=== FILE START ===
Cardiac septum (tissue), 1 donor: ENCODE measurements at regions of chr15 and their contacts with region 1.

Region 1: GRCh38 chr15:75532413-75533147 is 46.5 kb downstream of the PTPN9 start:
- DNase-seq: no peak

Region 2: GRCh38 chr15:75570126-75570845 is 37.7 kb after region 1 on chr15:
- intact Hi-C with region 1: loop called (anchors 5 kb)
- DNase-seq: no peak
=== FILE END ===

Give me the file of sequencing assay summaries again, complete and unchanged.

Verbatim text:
Cardiac septum (tissue), 1 donor: ENCODE measurements at regions of chr15 and their contacts with region 1.

Region 1: GRCh38 chr15:75532413-75533147 is 46.5 kb downstream of the PTPN9 start:
- DNase-seq: no peak

Region 2: GRCh38 chr15:75570126-75570845 is 37.7 kb after region 1 on chr15:
- intact Hi-C with region 1: loop called (anchors 5 kb)
- DNase-seq: no peak